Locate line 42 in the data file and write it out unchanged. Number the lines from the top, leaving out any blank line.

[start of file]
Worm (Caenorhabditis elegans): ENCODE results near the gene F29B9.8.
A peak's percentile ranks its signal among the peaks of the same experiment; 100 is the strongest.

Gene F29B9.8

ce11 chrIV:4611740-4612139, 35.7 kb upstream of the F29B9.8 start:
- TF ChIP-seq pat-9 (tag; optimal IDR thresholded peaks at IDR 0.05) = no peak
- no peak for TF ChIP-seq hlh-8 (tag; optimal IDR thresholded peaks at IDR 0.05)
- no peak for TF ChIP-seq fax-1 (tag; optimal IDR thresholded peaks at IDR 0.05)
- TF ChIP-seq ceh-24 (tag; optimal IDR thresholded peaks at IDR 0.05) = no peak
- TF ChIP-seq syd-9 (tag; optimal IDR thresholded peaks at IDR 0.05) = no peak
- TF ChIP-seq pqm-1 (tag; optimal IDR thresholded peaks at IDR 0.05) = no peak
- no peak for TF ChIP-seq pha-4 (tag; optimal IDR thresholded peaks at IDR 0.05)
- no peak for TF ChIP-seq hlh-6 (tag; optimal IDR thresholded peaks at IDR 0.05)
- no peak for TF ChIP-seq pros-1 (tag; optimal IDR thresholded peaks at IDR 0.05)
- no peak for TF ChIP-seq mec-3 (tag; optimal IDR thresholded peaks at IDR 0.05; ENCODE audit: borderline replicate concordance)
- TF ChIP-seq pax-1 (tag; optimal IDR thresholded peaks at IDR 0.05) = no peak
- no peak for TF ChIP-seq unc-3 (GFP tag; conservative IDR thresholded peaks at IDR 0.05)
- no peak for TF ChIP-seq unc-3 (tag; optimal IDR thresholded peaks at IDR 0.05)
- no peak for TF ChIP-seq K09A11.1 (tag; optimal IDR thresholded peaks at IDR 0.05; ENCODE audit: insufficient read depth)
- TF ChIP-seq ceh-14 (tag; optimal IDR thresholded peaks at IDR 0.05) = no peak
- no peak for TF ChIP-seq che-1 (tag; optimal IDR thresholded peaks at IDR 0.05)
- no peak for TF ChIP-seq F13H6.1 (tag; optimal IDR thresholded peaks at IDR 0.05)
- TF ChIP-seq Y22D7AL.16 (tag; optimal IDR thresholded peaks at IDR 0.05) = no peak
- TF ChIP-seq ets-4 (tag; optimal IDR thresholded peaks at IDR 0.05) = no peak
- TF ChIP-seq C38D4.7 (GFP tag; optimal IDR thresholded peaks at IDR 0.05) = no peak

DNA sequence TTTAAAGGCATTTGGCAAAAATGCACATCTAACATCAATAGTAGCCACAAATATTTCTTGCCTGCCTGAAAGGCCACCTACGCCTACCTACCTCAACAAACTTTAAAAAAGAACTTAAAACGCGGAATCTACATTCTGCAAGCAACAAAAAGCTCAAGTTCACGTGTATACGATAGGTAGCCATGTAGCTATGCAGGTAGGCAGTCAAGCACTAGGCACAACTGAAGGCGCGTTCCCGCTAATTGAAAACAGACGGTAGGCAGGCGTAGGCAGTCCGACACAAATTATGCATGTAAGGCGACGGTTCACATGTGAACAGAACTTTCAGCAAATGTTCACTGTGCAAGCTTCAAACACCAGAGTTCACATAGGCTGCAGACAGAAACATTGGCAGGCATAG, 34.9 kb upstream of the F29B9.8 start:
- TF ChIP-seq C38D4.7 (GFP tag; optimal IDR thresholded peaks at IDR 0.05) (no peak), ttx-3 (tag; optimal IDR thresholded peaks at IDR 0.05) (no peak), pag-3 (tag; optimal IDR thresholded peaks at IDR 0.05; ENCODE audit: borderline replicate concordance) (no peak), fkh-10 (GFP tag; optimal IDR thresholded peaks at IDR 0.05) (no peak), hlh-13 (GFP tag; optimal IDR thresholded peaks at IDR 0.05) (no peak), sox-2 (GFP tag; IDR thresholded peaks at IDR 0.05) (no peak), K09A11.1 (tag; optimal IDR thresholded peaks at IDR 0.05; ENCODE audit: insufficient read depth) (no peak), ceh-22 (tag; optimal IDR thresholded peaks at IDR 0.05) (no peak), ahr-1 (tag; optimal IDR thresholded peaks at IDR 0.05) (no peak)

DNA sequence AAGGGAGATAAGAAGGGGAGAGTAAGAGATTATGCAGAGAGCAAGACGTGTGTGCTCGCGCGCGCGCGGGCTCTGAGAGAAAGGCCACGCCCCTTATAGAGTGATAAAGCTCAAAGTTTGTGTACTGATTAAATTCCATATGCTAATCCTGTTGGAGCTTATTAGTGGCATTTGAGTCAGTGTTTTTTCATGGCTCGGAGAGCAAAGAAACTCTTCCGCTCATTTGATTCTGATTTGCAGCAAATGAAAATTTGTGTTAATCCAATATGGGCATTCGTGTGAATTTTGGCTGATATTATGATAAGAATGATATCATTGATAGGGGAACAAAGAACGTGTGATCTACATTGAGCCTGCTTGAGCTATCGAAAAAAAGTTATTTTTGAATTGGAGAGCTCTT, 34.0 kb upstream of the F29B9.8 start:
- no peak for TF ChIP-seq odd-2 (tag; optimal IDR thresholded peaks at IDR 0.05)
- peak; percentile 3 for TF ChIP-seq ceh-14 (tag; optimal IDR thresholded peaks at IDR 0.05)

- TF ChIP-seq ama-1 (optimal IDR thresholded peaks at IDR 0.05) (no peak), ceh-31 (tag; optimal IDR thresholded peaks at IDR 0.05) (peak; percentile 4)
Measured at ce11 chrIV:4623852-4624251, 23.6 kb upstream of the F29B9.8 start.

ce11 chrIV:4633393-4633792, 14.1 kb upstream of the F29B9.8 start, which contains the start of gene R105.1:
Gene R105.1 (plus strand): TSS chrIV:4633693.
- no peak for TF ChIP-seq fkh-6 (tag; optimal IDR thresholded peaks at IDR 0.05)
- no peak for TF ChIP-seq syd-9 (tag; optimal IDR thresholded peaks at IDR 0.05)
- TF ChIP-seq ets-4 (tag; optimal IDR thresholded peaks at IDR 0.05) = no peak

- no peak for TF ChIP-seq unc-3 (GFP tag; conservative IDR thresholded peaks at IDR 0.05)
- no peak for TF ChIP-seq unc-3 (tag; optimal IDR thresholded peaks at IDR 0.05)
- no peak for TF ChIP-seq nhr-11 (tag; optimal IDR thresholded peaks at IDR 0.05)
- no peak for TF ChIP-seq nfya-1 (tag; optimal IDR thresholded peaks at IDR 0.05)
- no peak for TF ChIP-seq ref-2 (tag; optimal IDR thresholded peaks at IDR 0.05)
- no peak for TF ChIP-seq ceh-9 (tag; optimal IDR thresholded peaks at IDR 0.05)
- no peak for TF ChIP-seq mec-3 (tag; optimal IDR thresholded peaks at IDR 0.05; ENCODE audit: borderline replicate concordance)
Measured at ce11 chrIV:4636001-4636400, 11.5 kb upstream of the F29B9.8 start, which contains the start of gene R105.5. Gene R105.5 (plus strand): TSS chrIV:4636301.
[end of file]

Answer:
- no peak for TF ChIP-seq ceh-9 (tag; optimal IDR thresholded peaks at IDR 0.05)